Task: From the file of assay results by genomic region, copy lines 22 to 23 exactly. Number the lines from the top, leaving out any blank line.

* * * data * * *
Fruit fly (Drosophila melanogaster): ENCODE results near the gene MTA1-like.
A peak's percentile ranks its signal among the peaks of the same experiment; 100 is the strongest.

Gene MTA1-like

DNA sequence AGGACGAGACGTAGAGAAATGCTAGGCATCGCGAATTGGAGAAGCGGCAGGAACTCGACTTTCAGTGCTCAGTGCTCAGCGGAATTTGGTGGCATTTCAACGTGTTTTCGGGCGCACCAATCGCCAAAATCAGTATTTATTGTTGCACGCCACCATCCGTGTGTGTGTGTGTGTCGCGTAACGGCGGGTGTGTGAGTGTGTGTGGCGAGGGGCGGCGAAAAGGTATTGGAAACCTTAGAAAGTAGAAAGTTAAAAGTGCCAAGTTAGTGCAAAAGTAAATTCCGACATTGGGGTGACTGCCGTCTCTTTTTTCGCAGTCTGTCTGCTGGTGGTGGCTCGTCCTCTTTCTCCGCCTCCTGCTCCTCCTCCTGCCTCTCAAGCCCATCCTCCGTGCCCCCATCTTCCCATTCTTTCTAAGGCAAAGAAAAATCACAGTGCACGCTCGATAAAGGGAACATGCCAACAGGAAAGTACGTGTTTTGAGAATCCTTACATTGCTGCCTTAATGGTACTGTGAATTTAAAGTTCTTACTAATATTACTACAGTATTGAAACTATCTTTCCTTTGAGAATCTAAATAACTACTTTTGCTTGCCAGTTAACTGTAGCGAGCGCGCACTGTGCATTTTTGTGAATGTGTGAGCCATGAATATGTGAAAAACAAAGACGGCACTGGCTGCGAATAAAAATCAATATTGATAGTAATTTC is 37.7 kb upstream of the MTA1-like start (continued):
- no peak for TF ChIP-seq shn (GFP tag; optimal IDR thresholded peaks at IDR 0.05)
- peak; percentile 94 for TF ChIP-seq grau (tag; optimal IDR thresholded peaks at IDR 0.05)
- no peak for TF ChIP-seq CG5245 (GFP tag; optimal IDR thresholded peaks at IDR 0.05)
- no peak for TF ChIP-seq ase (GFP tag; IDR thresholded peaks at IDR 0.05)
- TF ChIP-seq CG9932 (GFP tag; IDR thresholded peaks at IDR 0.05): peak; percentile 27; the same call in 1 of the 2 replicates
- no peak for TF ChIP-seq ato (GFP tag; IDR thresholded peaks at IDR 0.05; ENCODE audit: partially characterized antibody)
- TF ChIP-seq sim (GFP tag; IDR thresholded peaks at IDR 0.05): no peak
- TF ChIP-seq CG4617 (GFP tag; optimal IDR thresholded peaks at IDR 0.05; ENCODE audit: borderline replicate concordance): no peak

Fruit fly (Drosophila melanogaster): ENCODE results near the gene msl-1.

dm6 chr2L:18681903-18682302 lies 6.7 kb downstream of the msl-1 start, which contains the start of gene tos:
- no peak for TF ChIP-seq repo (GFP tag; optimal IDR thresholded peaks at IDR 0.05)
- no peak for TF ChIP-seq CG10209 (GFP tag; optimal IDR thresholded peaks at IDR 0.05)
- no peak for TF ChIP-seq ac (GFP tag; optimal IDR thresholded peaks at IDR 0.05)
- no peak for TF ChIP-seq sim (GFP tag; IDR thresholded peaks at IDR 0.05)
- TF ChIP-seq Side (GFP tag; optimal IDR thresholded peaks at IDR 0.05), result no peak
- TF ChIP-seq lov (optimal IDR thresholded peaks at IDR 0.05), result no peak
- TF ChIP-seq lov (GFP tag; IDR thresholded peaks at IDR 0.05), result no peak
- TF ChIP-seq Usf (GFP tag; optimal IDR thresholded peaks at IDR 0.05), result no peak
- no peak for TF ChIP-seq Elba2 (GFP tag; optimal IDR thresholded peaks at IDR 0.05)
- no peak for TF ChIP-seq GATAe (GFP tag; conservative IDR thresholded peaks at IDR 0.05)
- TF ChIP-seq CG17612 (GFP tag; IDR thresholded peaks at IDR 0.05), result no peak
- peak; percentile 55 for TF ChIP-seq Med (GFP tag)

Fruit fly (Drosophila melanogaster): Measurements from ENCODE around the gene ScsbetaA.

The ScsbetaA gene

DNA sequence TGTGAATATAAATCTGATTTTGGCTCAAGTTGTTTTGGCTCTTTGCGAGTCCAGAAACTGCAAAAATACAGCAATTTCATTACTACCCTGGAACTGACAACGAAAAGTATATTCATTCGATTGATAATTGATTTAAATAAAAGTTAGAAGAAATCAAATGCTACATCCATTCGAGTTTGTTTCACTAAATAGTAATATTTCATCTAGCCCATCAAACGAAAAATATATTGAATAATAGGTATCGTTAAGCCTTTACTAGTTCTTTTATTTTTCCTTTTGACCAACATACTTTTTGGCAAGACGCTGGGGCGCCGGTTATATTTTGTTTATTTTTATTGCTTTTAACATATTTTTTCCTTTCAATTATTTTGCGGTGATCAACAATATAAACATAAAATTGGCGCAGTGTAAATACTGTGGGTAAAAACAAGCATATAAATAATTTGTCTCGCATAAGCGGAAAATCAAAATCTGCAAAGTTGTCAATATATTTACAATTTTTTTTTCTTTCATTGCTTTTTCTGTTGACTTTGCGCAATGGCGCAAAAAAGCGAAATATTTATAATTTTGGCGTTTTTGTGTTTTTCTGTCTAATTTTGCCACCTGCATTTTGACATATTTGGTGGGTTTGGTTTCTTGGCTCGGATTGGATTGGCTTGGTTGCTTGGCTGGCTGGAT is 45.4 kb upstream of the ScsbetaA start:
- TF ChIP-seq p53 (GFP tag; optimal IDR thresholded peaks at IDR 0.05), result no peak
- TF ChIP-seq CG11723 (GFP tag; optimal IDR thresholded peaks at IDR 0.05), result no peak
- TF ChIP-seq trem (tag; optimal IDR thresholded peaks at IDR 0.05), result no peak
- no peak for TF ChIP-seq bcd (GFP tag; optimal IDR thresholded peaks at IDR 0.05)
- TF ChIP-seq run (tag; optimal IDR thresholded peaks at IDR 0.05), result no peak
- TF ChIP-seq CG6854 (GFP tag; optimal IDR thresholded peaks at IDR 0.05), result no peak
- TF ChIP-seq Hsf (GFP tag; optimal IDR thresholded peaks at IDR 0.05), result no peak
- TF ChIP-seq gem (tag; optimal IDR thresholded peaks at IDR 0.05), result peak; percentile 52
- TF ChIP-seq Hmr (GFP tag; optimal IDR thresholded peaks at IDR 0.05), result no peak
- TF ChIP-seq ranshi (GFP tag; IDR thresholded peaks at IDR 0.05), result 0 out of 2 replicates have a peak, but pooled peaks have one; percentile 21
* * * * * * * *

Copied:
- TF ChIP-seq Usf (GFP tag; optimal IDR thresholded peaks at IDR 0.05), result no peak
- no peak for TF ChIP-seq Elba2 (GFP tag; optimal IDR thresholded peaks at IDR 0.05)